Can African Feminism Offer Solutions For Gender Tensions In South Africa?


By Katlego Mereko

Indeed, the gender dynamic in society remains a complex one. This is precise because patriarchy as it exists in South Africa, at least, is tied up with colonialism, capitalism and racism. This easily creates a situation where different sections of society, including intellectual groups, prioritise one antagonism over the other. But African philosophy, at least on the face of it, seems to arm us with richer tools with which to engineer solutions towards problems in our society. In an increasingly gender-sensitive political and economic landscape, women, especially black women, have been on the receiving end of some of the most atrocious violence at the hands of black men. This has brought forth public rebuke and the emergence of several responses in some sections of society, from your liberal to the radical, under the banner of feminism. While it is important to have these responses, which aim to push back problematic manifestations of patriarchy, it is similarly worthwhile to interrogate the responses themselves; their history, cultural, and political grounding.

It is for this reason, and that such endeavours are better explored at the behest of an expert in the said field, that we have taken time to speak to an African Philosophy lecturer at the University of Johannesburg, Dimpho Takane Maponya. The latter, whose focus is on African Feminism, follows the works of renowned scholars in the philosophical and anthropological fields such as Ifi Amadiume and Oyeronke Oyewumi.

Any theoretical undertaking eventually falls prey to context if it is to be actualised. It is therefore important to interrogate not only the historical origin of feminist sentiments and movements but also the socio-political and economic contexts from which they rose. By this reason, the historical context of South Africa will also need to be taken seriously if gender-based issues are to be sufficiently theorised. Feminist sentiments began to rise across the West (the USA and Europe) in the late 19th century as women resisted against non-representation in the political arena and unequal distribution of wealth. No thanks to colonialism, some of these problems are transported in South Africa. To what extent then, in a country that should push back against coloniality, is it justifiable for a critique, rooted in Western contexts, to spill into social institutions like, families, friendships and social spaces? What do our indigenous cultural institutions say about gender issues?



Prof. Oyeronke Oyewumi describes gender to be best understood as an institution that establishes patterns of expectations for individuals (based on their body-type), orders the social processes of everyday life, and is built into major social organisations of society, such as the economy, ideology, the family and politics. This is what Oyewumi describes as reasoning predicated on body-logic, a conception foreign to African, or at least Yoruba people. In fact, the concept of gender does not exist in Yoruba thought in the same way it does in Europe. It does not delineate roles in society based on the fact of one’s gender. The primary organizing principle instead is seniority. UJ lecturer Maponya also identifies similarities pertaining to a kind of gender fluidity found in the Bantu languages. She makes the example that in Sesotho culture logic, the role of a mother or father can be played by a male or a female respectively. “Gender is fluid in the African context. For example, in Sesotho culture, one’s father’s female sibling is called Rakgadi which means a female version of one’s father. Just as Malome is a male version of one’s mother,” Maponya muses.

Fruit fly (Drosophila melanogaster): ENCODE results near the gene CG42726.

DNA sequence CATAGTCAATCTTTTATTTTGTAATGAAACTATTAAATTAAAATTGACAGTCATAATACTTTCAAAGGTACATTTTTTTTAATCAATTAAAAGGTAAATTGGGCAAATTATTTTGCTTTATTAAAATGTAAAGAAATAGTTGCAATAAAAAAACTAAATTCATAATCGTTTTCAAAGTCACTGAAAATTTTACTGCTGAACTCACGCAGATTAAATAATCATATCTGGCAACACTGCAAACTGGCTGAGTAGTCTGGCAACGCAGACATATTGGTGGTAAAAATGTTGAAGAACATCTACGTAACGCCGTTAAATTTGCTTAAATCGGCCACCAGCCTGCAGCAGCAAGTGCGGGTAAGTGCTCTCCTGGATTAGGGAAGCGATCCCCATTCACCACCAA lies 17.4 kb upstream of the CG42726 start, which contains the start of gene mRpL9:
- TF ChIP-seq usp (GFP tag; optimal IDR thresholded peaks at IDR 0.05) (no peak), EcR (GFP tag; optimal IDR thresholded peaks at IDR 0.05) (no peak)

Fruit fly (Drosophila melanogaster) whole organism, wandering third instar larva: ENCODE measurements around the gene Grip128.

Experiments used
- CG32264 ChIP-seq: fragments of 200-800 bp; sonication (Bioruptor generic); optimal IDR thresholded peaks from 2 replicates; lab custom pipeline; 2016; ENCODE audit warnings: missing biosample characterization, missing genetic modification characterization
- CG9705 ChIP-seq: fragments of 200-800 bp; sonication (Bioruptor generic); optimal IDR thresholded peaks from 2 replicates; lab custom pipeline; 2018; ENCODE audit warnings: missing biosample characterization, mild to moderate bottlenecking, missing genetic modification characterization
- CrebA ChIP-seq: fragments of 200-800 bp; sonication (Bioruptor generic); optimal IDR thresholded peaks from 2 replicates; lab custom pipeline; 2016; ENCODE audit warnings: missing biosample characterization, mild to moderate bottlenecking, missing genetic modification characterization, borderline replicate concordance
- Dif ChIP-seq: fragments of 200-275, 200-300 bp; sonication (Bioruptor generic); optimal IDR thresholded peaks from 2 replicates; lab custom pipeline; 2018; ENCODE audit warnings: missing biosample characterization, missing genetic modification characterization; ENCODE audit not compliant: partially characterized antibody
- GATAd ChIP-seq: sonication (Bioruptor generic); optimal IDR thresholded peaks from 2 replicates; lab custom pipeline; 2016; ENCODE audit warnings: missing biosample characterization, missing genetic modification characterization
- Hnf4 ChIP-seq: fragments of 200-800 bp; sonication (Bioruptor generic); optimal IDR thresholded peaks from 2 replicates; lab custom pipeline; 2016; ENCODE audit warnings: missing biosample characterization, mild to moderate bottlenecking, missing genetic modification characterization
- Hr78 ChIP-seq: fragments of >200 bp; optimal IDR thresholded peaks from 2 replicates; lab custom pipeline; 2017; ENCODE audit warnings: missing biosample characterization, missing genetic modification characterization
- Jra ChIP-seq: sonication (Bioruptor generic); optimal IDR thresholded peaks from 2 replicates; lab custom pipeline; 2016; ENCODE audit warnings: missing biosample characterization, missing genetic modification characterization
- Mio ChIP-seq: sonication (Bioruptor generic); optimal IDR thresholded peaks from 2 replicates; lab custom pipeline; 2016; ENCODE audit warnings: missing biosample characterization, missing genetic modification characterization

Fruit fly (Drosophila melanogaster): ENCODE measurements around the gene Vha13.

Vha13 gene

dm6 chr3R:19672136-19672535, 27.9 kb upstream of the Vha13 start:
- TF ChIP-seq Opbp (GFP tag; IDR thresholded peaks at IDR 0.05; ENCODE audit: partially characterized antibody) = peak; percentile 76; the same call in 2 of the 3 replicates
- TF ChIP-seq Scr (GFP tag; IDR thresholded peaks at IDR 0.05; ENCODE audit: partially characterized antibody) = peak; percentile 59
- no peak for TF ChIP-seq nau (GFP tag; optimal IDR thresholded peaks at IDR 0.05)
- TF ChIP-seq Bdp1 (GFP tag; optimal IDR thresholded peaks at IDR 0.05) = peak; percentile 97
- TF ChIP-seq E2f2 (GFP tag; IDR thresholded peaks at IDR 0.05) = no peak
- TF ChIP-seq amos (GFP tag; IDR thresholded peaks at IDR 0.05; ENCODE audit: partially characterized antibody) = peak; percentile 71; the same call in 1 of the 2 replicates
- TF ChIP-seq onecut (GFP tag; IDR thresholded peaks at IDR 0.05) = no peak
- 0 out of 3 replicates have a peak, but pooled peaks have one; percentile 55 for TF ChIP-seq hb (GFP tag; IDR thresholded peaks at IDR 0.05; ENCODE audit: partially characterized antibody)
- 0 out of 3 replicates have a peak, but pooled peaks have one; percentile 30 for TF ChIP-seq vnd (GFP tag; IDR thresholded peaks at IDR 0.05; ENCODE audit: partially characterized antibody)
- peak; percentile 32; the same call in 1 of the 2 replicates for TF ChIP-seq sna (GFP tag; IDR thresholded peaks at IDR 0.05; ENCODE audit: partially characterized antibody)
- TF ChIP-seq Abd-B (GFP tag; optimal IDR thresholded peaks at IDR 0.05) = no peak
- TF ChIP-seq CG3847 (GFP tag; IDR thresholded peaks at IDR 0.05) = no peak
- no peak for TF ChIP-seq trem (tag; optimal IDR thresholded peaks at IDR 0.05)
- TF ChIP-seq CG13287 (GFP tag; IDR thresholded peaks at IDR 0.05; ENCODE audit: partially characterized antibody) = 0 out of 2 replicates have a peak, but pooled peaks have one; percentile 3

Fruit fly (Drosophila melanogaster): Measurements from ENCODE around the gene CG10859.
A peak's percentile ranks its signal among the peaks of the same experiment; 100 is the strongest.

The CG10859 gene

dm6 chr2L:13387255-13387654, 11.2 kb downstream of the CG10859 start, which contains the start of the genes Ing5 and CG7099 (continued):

On the violence that black women have been on the receiving end of, Maponya urges us to be critical on what is the root of the violence. “The position of black men ought to be interrogated. African men are not fully responsible for what they have become.” Here Maponya alludes to the influence colonisation has had on African men. “Right now, the African man is being turned into a monster or a beast, a logic which has its history in racism,” she says. “But patriarchy is not an inherent feature in African cultural thought.”

Maponya further makes the point that as by the precepts of what can be termed the Ubuntu philosophy, raising the community is paramount, therefore as abantu, the progenitors of Ubuntu, we can ill-afford radical feminist ideas which advocate for a complete split of black women from black men. The whole point is not to separate men from women. 

“In African philosophy and culture, the community is the priority. So, there is no space for a radical feminist agenda of separatism in African Culture.”

“Feminism as we know it has its history embedded in the Western perspective. Western feminism has limitations for women of colour. Hence the rise in movements such as womanism and black feminism. The feminism that exists doesn’t speak to black women’s problems.” We need to be critical of the ideas we consume."

 She adds:  

“The need to interrogate African thought stems from the sore need to rediscover our own identity. We ought to sift these ideas and their origin and decide whether they are useful for us and our context." 
-JP

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